In its latest small firms newsletter, the regulator says any IFA considering a consolidator to exit the market must identify, manage and mitigate potential conflicts of interest brought about by an unregulated consolidator’s business model, including transparency over any inducements to advisers to recommend particular products or platforms.
But Succession Advisory Services chief executive Simon Chamberlain says conflict of interest will only arise if IFAs are getting paid extra money from a platform to move money onto their service.
He adds: “What the FSA is getting at here is they don’t want to see a mass transfer of funds just for the sake of it. What they want is for each client to be treated individually, and for those clients assets to be assessed to see if they are moveable.”
The newsletter also says any IFA considering the consolidator route must demonstrate that they are continuing to treat customers fairly, explain any additional costs and ensure that added value to the IFA for using a consolidator “should not be to the disadvantage of the customer”.
Chamberlain says: “If any business has been around for more than five years it is going to have a lot of clients in old-style products and now you can buy those exact same funds with exact same tax structure from a platform for a tenth of their price. So any adviser out there who knows he has got a client in old-style products and knows that those products can be moved onto a platform saving the client a lot of money but doesn’t do it then he is in breach of treating customers fairly.”
Financial Inspirations chief executive Garry Heath says the regulator’s statement is not a problem for his firm, but says it is sensible advice from the FSA.
He adds: “There is absolutely no value in a consolidator disrupting the relationship with the adviser and his clients because that is the value the consolidator is buying.”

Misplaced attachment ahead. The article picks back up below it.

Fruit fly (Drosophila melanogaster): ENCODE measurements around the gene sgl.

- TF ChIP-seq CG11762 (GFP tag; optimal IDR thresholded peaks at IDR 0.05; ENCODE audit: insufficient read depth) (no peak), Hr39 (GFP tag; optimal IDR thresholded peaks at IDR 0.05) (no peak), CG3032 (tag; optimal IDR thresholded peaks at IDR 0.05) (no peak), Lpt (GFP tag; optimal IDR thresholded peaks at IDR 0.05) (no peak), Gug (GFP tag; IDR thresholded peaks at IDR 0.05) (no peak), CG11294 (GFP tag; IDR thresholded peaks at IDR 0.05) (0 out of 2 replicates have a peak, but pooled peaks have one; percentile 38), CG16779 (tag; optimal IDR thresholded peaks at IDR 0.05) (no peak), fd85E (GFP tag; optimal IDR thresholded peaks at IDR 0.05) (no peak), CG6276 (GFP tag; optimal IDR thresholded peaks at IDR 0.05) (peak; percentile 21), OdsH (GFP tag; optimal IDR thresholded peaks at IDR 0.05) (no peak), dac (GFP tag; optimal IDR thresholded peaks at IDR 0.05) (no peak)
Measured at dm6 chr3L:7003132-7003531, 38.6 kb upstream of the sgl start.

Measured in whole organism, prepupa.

Perspective Financial Group managing director Damian Keeling says it “wholly” agrees with the FSA’s sentiments, and describes today’s news as a potential shot across the bows of some consolidator business models in the marketplace.
He says: “A business model that depends on aggregating purchased firms assets onto the consolidators own platform may well create conflicts of interest to potential consumer detriment. The consolidator market is made up of a number of different business models, and clearly some are preferable to others in the regulator’s mind.”
Transact head of marketing Malcolm Murray says the wrap is delighted with the FSA’s actions. He says: “We’ve been going on for two years about the importance of suitability tests on every single client before putting them on any platform. I think what the FSA is saying that advisers better be aware of that and the fact they used the words unregulated consolidator leads me to think they have spotted a trend, maybe they are seeing that people are not paying much attention.”
Chamberlain says his firm is in the process of being regulated, while Heath says: “Most consolidators will have unregulated holding companies but all their holdings will be regulated. So all actions will be regulated.”
Threesixty partner Phil Young says the FSA runs the risk of tarring every IFA consolidator with the same brush unless it specifically targets unregulated firms.
He says: “I do share the FSA’s concerns about some propositions which I have seen, typically from non-regulated firms, which have fairly crass objectives. but what is really frustrating is that people will pick up on the words consolidator and wraps and tar everyone with the same brush. There are plenty of high quality IFAs out there buying up other businesses and using a platform to facilitate this. The critical point, which the FSA make, is that this is part of an advice process, so that each clients needs and requirements are met when considering whether the platform is suitable or not.”
Going forward, Young says: “It will be interesting to see which wraps turn a blind eye and facilitate this, and which of them can afford to turn the business away. Are the Platforms mature enough to self-regulate this?”